Friday, February 21, 2014

Where your Cup o' Joe comes from and why it is likely to increase in price this year. What happens in Brazil is not staying in Brazil...

The Washington Post has an article today about the increase in the price of coffee in the commodities futures market.  You can see in this first graph the price going from about $1.20 in January 2014 to $1.72 for contracts to deliver in March 2014 (This is for the most plentiful Arabica bean).

Why the sudden spike in price?
Source: Washington Post

This graphic from Businessweek, shows where the two main coffee beans (Arabica and Robusta) are produced and the countries that are the main suppliers.  Brazil is dominates the cultivation and export of the Arabica bean.  However, the growing season has not been productive:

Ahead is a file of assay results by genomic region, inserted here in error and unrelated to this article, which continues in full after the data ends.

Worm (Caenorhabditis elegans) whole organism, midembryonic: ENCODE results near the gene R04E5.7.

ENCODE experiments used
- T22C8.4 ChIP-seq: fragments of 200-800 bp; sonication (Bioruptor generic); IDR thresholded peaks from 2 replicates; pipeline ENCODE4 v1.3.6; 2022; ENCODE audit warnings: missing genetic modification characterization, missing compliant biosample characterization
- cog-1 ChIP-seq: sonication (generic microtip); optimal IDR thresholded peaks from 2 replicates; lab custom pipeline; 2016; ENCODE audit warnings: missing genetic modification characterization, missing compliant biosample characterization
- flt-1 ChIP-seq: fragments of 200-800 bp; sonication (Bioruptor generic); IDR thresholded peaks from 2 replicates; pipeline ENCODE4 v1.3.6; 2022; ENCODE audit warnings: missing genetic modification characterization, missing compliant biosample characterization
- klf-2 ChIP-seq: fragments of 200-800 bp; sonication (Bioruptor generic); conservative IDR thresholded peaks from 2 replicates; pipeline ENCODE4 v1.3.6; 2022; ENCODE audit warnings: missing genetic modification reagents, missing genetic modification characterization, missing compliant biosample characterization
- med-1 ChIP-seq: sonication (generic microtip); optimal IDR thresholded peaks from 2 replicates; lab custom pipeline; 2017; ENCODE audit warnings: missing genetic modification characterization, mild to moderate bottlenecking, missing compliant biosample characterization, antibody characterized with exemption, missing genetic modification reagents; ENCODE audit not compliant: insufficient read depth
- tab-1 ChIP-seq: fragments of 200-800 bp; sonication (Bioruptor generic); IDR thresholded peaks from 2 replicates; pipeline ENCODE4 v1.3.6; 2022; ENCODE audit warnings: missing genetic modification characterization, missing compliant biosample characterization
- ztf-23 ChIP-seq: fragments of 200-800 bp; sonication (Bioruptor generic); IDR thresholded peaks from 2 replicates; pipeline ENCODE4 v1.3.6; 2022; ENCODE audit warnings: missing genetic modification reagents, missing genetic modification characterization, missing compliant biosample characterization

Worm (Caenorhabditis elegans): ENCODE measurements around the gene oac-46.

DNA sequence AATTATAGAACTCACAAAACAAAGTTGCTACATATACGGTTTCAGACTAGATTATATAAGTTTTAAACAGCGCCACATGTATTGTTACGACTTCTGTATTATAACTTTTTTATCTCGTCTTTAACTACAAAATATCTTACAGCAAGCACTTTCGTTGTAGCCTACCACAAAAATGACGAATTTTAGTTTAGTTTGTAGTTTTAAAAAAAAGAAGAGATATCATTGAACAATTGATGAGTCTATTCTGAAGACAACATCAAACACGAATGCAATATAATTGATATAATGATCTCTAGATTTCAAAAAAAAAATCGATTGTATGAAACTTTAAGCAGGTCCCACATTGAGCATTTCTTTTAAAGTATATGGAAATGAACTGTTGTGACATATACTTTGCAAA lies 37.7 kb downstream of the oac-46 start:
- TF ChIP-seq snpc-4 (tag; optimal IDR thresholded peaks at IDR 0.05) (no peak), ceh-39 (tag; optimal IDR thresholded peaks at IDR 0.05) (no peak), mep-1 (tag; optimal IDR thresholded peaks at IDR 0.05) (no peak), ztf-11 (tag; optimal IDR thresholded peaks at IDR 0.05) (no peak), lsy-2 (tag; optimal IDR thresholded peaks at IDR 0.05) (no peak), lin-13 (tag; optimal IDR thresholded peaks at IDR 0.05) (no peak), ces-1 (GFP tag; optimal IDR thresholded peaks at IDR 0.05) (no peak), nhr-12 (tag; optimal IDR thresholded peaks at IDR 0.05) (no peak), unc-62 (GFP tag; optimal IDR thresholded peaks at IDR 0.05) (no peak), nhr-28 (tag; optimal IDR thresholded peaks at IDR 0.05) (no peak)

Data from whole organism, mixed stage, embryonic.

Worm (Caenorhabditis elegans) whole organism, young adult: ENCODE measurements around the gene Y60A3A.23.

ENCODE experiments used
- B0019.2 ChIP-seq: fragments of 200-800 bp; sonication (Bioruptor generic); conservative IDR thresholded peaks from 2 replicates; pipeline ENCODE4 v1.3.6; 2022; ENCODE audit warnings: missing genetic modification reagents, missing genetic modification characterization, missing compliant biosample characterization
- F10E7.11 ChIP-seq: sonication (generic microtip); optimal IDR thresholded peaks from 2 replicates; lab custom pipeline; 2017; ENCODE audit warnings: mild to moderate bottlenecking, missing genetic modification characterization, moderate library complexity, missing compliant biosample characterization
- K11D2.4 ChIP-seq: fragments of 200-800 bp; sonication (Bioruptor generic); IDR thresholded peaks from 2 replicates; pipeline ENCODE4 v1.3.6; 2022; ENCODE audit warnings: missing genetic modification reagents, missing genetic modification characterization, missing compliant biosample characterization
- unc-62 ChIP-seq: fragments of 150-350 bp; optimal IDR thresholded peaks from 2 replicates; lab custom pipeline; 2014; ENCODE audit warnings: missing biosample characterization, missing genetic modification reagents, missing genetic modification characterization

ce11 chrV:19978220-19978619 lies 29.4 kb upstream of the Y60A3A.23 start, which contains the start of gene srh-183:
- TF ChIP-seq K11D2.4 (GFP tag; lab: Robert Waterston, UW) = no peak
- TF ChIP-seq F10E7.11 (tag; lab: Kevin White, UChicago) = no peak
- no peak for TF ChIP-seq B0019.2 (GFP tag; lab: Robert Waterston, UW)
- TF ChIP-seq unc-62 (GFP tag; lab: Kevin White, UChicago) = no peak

"...Usually during this time of year, the delicate Arabica coffee plants in the mountains of Brazil, where most of the world's coffee comes from, are maturing. White, fragrant flowers have appeared, followed by cherry-like fruit, each containing two seeds: Arabica coffee beans, the most popular in the world.
But last month, the worst drought in decades hit Brazil's coffee belt region, destroying crop yields and causing the price of coffee to shoot up by more than 50 percent so far this year. The drought is historic, with more than 140 cities in Brazil rationing water. The country's leading newspapers reported that some neighborhoods are only receiving water every three days.
For now, retail prices for coffee are stable. Roasters typically have enough supplies to cover themselves for a few months. But if the price of the Arabica (pronounced uh-RAB-ick-uh) beans continues to rise, consumers could start seeing the cost of their morning coffee creep up later this year, according to Jack Scoville, a futures market analyst specializing in grains and coffee, among other commodities...." (Washington Post)
Source: Businessweeek



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